In its Food Fables report, Which? claims food companies are still not doing enough to curb their marketing of unhealthy food to children, using social networking sites, text messaging competitions and viral promotions to appeal to children.
The report said stricter TV advertising regulations, which prohibit pre-watershed junk food ads on TV to under-16s, "are failing to stop children being exposed to less healthy food advertising".
Which? claims that although there are "notable improvements" from the likes of Weetabix and Kentucky Fried Chicken, many "major food companies are taking advantage of lax regulations and are still using irresponsible approaches to negatively influence children's food choices".
Which? said some brands were still heavily promoting less healthy products to children. Examples include Kellogg's encouraging people to text to receive a free ringtone as part of a competition on high sugar cereals. Coca-Cola also introduced a Fanta branded mobile phone game. Cadbury websites included links to child-focused games and competitions, while Mars and Pepsico link promotions with popular social networking sites.
Which? said the Broadcast Committee of Advertising Practice code "needs to go further", while non-broadcast promotions, such as press and billboard ads, online advertising and promotional offers, fall under the control of the Advertising Standards Authority and Committee of Advertising Practice code, which "doesn't even recognise that there are foods high in fat, sugar and salt, only differentiating fresh fruit and vegetables."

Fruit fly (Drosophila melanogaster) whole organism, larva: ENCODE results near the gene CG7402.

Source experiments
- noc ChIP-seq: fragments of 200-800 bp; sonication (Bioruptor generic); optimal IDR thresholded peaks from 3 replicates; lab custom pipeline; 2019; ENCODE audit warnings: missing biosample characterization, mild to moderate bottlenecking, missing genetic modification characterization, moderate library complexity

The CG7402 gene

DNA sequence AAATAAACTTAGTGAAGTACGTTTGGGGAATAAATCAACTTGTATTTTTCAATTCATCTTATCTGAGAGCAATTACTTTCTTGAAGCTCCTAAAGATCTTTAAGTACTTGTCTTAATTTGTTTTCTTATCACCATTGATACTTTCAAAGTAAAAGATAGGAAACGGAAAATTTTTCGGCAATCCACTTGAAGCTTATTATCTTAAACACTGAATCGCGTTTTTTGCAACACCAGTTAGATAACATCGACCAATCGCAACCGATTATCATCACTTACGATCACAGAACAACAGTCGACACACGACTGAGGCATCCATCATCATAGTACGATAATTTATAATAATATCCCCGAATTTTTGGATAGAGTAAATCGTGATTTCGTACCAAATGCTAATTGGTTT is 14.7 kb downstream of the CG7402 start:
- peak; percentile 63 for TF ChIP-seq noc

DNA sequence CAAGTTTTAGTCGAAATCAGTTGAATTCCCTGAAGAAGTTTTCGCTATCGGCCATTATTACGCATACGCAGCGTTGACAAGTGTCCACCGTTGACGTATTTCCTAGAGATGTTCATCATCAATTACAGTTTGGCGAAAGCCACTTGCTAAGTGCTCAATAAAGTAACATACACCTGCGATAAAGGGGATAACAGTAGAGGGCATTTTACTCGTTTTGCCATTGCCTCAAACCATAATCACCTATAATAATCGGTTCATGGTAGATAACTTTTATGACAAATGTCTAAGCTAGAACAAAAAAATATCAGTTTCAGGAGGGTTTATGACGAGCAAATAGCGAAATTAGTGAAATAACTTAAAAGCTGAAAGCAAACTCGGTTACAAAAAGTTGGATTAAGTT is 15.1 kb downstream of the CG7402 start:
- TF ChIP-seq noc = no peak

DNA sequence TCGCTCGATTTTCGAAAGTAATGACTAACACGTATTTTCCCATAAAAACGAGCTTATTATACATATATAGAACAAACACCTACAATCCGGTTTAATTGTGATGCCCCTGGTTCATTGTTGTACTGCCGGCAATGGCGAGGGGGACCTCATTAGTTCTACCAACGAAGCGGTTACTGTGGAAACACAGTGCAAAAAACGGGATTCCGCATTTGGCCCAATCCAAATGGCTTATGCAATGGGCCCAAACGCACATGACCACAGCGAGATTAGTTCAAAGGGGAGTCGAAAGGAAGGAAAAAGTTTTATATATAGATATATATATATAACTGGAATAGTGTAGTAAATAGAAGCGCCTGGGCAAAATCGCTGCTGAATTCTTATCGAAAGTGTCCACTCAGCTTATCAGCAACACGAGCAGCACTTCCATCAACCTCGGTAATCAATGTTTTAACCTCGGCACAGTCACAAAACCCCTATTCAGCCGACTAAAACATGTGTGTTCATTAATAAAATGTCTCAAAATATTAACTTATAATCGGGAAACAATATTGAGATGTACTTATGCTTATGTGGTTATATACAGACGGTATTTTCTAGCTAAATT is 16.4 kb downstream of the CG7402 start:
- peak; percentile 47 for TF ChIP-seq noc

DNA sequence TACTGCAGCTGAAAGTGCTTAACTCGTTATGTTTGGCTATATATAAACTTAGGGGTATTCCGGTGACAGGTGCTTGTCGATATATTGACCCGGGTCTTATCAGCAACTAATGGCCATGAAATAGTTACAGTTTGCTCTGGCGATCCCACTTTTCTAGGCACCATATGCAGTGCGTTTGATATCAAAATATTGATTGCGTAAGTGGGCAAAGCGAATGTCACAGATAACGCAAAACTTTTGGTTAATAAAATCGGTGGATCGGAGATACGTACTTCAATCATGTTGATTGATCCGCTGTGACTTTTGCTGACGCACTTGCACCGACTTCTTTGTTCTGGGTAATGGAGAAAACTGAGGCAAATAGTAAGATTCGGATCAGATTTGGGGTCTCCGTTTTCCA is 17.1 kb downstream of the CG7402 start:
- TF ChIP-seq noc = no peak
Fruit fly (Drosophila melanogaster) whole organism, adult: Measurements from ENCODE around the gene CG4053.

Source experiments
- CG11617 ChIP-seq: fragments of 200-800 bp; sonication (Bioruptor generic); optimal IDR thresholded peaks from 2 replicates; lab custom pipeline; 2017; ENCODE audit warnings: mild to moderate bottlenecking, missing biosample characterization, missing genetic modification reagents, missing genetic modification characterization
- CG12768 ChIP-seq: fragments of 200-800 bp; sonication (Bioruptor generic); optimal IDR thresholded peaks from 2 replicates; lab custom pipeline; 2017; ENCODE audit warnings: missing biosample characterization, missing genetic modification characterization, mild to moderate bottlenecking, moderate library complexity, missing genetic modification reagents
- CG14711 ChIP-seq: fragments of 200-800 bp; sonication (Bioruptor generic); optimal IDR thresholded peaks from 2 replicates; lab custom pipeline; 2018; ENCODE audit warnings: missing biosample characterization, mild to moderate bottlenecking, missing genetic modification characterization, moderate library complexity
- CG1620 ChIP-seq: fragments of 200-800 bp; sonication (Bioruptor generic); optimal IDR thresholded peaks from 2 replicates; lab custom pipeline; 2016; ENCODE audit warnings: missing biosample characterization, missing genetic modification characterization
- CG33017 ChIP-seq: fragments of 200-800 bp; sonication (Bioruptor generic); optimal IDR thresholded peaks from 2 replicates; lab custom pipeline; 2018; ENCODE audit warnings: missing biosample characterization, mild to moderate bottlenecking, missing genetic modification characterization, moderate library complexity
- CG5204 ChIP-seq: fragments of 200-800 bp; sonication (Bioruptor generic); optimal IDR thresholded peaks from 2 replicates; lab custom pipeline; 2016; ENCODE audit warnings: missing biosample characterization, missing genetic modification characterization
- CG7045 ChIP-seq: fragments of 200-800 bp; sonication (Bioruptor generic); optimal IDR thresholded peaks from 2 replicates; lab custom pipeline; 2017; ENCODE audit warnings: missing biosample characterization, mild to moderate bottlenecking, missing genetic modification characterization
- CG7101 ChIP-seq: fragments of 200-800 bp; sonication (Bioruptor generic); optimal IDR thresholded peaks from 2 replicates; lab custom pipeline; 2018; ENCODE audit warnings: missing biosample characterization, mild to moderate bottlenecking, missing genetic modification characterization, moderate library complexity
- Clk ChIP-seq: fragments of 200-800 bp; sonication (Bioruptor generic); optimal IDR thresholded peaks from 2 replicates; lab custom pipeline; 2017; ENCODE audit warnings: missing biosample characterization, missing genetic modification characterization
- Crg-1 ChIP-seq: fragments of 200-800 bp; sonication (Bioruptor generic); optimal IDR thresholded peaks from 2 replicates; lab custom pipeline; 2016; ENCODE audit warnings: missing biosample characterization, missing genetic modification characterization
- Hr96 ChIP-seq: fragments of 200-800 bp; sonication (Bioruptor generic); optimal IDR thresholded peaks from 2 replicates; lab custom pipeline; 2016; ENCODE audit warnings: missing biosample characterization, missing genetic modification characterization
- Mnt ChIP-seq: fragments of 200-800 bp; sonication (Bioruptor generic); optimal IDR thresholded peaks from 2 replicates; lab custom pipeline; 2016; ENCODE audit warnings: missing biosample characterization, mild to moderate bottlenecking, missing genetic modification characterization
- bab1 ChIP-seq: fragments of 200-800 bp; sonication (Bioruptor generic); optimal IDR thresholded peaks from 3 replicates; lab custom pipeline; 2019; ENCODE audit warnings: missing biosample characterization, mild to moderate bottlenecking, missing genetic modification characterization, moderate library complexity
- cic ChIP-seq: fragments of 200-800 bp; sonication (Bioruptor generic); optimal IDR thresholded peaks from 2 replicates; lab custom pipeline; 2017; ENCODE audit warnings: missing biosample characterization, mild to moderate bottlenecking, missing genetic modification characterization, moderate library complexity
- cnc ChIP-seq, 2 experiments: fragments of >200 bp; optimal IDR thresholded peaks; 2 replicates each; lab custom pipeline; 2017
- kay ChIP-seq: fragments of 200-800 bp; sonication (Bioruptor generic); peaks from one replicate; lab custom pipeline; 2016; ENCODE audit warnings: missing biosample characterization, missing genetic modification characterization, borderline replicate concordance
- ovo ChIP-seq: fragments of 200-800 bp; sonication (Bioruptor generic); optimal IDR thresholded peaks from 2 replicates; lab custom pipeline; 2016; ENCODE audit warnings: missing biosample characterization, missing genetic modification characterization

Responding to the report, ISBA public affairs director Ian Twinn said: "This report is seriously misleading. It accuses advertisers of irresponsible behaviour online, despite the fact that online ads are subject to the same degree of regulation, through the advertising codes, as broadcast and print ads.
"The report goes on to say that advertisers are increasingly targeting teenagers online, but Which? has wrongly highlighted practices that are not aimed at young teens but instead at the over-16s. Any under-16s seeing these ads will have had to lie about their age."
This article was first published on Media Week